The women’s high jump might be the most international event at the meet: Gusin is from Moldova, Kallenou is from Cyprus, Garcia Jou is from Spain, Williamson is from Jamaica, and Nebraska’s Marusa Cernjul (one of the three women next on the descending order list who has cleared 1.86) is Slovenian.

Cincinnati’s Erika Hurd and Maryland’s Amber Melville are the first two Americans on the list at 1.86 meters.

Kallenou jumped in the 2013 outdoor season, but this is only her second indoor season and she’s listed as a sophomore on TFRRS. If she wins her second straight title, she’s halfway to becoming the first woman ever to win an NCAA indoor title in the same event four years in a row. If Kallenou and Gusin go 1-2, they’ll be the first pair of teammates to do so since Georgia had Patty Sylvester and Levern Spencer claim the first two spots in 2007. And if Garcia Jou wins, she’ll be the first woman not from a power conference to do so since Southern Methodist’s Nevena Lendel won in 2003.

The progression will be 1.73, 1.78, 1.81, then every 3 cm.

Women’s Long Jump

While Kendell Williams is forgoing the individual events for the pentathlon, Akela Jones of Kansas State is doing the opposite. She’s ranked second in the multis, but is running the hurdles and doing the high jump and long jump at nationals. Jones is the No. 1 seed in a relatively wide-open long jump. The top two returners from last year’s indoor nationals are Georgia’s Chanice Porter, who finished second last year, and Mississippi State’s Erica Bougard, who was fourth.

But Bougard only has the eighth-best 2015 jump (and is also competing in the pentathlon), and Porter is even further down the descending order list at thirteenth.

I’m three grafs in without mentioning Jenna Prandini–the defending outdoor champ. She has the fourth-best mark in the NCAA this year, with Kentucky’s Sha’Keela Saunders and Kenyattia Hackworth between her and Jones.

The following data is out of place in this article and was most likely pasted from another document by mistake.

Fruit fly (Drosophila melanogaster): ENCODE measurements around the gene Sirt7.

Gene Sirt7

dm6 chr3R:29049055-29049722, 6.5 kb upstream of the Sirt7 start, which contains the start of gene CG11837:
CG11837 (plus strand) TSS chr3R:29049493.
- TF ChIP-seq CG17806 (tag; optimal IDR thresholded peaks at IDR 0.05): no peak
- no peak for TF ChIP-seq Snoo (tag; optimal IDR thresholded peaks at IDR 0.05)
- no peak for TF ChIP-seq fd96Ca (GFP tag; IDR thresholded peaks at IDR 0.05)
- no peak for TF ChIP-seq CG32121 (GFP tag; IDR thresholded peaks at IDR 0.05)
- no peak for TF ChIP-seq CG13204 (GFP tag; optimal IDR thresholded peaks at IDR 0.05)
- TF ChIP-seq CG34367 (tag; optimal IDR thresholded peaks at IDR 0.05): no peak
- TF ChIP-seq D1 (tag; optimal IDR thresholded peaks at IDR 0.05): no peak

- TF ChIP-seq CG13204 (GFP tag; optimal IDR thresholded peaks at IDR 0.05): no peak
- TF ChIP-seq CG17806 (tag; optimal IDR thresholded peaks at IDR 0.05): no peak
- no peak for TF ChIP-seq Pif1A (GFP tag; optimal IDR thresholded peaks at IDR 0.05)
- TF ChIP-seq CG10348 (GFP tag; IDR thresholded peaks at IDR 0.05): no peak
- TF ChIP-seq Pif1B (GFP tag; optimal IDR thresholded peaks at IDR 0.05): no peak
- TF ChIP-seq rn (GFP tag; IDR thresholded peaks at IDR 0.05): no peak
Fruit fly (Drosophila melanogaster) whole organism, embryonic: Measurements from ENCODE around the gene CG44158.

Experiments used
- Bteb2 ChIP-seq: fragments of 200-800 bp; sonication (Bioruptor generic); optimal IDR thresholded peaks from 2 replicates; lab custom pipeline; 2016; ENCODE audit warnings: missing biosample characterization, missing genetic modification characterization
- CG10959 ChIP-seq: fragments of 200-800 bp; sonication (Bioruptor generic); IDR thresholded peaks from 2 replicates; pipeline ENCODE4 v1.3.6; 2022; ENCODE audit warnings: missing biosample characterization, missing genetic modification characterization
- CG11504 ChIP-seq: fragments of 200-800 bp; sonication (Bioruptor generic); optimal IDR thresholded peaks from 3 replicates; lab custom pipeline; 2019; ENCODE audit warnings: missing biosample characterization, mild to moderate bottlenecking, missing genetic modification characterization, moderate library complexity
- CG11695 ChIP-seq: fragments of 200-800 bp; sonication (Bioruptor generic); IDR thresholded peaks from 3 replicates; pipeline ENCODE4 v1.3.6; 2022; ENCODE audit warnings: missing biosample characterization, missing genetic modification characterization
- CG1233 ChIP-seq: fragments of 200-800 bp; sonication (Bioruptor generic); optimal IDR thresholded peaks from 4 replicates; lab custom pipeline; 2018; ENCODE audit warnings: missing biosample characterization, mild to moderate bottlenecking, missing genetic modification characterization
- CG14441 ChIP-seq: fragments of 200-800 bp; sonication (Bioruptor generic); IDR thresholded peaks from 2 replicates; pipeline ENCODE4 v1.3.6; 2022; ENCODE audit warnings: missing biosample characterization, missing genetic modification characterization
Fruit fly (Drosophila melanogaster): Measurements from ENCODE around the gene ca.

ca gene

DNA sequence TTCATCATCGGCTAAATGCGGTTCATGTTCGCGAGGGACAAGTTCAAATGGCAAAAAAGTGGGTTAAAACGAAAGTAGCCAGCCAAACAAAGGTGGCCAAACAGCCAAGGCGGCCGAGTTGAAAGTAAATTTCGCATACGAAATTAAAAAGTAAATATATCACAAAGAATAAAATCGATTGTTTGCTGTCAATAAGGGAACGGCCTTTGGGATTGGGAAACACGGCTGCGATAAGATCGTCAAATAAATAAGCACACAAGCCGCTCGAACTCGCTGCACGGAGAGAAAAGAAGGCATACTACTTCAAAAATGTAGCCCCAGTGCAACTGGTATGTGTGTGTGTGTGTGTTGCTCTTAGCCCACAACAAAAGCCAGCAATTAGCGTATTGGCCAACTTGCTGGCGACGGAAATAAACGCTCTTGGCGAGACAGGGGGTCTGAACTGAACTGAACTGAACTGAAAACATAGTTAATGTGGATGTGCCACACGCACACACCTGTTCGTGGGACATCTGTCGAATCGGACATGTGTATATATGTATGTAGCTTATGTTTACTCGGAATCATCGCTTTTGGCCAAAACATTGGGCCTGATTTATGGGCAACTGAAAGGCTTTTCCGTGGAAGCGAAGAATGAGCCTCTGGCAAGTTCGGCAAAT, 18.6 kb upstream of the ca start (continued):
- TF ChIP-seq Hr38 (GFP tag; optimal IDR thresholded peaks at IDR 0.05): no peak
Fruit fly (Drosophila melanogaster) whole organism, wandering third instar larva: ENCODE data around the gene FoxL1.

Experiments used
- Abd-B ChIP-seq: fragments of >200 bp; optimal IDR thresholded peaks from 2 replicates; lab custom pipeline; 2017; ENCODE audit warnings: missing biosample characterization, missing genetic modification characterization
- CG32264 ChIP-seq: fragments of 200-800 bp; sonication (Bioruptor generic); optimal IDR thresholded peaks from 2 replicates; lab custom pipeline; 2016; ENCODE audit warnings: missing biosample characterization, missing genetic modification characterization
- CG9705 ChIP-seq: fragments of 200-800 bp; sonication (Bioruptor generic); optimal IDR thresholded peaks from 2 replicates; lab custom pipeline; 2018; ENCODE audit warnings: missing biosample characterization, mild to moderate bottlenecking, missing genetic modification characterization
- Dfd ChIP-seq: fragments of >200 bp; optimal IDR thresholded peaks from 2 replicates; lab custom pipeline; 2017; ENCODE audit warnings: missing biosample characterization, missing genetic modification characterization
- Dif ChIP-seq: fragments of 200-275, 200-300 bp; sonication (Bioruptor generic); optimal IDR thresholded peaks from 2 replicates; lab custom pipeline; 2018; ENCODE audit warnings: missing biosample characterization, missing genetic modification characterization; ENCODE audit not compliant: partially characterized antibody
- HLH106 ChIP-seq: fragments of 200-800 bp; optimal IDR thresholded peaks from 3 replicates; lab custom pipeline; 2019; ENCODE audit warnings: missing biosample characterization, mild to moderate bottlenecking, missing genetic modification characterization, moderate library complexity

In addition to being one of the most wide open events of the meet, it’s also going to be one of the ones with the most profound impacts on the team scoring. Porter and Keturah Orji are entered for Georgia; that pair and the two Kentucky women will have to put up major points here if those teams have any hope of upsetting Arkansas.

One wrinkle in this event: many of the stars involved will have to balance with sprint prelims at the same time. The long jump starts at 6:00 PM on Friday night. Prandini will be in the 60 at 7:25, and Jones will be in the high jump at 4:00 and the 60 hurdles at 6:30.

Women’s Triple Jump

Keturah Orji of Georgia has the collegiate leader, the SEC title, and the American indoor junior record. She’s triple jumped three times in college and hasn’t lost once. The only thing going against her: history. Going back to 1997 (the last year that the results have the athletes’ eligibility years; if you have results with class years in them from before then, please email me!), no freshman woman has won the triple jump.

There are no obvious candidates to beat the precocious Georgia Bulldog. The only women within sixty centimeters (about two feet) of her on the descending order list are Florida’s Ciarra Brewer (0-3 against Orji this winter, albeit in closely contested competitions) and Arkansas’ Tamara Myers (0-2). Orji is as heavy a favorite as there is in this meet.